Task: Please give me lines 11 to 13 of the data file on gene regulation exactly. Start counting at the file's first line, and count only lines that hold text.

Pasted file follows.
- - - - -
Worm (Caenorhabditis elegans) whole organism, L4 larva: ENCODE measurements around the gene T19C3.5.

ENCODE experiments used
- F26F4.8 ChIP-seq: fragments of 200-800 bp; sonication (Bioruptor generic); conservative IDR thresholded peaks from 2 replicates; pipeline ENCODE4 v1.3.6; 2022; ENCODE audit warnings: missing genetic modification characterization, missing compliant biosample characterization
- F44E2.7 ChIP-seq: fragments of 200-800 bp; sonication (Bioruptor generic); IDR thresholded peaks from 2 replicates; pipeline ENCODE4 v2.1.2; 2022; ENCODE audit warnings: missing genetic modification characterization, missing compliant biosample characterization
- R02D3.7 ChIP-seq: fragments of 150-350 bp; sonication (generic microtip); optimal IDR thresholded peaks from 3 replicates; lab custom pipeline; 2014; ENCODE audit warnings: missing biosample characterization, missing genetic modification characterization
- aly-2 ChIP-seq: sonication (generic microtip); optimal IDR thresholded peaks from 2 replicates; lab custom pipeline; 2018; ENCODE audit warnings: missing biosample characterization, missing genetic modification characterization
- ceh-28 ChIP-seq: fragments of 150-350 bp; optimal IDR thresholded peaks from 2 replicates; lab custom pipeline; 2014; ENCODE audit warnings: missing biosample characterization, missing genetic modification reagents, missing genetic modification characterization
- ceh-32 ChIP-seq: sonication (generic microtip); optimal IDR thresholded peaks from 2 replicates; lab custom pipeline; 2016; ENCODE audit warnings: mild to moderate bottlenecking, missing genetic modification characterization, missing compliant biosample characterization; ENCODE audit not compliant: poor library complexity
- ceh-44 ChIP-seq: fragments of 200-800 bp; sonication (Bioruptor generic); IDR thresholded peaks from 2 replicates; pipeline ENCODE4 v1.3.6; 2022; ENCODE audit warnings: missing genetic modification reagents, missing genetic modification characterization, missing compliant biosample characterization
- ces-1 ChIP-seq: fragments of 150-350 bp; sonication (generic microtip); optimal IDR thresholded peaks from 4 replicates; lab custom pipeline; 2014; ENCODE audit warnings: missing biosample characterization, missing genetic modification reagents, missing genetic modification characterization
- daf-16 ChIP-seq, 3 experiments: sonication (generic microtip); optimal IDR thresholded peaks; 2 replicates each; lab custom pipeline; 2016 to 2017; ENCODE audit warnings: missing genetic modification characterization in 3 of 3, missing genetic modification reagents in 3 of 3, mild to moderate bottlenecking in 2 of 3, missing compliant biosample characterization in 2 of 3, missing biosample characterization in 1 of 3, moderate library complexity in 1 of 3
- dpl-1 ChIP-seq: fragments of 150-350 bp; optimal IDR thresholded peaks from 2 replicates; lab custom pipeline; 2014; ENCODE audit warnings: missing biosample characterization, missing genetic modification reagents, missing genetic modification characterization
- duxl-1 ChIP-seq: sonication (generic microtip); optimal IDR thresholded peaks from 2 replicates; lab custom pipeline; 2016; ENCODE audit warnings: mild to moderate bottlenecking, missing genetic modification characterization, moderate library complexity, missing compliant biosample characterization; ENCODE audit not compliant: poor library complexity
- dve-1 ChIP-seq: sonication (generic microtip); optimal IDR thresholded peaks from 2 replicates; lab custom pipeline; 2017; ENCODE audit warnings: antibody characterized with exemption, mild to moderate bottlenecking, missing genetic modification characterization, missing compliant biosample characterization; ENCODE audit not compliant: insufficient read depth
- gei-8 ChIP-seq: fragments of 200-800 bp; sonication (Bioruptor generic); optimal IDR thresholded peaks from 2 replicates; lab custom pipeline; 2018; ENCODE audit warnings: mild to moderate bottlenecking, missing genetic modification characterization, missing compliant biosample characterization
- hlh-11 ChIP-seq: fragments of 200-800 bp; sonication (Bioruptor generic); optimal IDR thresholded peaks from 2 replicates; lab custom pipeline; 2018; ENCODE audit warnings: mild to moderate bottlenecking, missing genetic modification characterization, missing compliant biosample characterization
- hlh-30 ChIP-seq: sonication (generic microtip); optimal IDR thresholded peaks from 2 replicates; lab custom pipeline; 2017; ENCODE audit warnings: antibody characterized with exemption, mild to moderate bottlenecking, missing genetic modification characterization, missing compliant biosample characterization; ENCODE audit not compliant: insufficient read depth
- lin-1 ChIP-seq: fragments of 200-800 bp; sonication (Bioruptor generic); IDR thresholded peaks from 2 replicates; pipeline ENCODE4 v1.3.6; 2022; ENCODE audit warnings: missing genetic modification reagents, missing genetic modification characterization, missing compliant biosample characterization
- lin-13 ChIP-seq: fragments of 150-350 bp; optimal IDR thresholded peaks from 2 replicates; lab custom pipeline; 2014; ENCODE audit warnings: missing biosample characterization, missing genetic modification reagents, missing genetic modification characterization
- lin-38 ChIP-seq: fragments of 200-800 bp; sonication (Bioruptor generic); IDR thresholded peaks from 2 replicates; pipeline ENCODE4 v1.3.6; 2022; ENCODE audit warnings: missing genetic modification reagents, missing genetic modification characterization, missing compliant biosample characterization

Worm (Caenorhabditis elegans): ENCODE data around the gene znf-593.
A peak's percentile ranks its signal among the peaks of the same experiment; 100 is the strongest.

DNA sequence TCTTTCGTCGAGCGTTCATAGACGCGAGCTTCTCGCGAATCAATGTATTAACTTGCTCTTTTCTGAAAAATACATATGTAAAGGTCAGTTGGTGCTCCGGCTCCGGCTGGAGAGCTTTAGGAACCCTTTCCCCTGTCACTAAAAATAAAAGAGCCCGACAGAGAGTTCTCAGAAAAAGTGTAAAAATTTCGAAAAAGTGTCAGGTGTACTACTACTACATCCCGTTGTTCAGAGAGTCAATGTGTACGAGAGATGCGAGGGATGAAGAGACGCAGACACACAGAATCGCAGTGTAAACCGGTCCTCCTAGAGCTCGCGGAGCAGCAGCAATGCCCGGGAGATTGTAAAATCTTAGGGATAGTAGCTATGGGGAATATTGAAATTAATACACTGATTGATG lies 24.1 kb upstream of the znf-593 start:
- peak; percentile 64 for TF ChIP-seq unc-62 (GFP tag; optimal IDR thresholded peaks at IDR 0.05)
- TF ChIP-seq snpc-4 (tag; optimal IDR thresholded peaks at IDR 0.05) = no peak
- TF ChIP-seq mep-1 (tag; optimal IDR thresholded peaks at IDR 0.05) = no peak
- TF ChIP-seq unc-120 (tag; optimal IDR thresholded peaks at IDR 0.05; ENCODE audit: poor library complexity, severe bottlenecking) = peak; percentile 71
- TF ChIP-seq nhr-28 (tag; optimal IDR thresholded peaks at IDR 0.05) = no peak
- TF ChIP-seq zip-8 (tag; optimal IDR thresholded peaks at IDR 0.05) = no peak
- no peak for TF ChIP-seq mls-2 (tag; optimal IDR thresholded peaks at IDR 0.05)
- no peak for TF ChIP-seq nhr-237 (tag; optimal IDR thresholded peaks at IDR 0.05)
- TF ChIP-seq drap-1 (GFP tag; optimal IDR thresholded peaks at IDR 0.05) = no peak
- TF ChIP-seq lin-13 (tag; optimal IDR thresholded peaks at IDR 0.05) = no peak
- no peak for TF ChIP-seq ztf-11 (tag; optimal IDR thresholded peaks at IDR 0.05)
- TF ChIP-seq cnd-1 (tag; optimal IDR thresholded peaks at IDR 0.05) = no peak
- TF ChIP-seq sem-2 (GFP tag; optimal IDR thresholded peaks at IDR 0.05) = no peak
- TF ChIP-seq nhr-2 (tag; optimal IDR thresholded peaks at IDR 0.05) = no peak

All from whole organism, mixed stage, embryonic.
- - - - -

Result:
- daf-16 ChIP-seq, 3 experiments: sonication (generic microtip); optimal IDR thresholded peaks; 2 replicates each; lab custom pipeline; 2016 to 2017; ENCODE audit warnings: missing genetic modification characterization in 3 of 3, missing genetic modification reagents in 3 of 3, mild to moderate bottlenecking in 2 of 3, missing compliant biosample characterization in 2 of 3, missing biosample characterization in 1 of 3, moderate library complexity in 1 of 3
- dpl-1 ChIP-seq: fragments of 150-350 bp; optimal IDR thresholded peaks from 2 replicates; lab custom pipeline; 2014; ENCODE audit warnings: missing biosample characterization, missing genetic modification reagents, missing genetic modification characterization
- duxl-1 ChIP-seq: sonication (generic microtip); optimal IDR thresholded peaks from 2 replicates; lab custom pipeline; 2016; ENCODE audit warnings: mild to moderate bottlenecking, missing genetic modification characterization, moderate library complexity, missing compliant biosample characterization; ENCODE audit not compliant: poor library complexity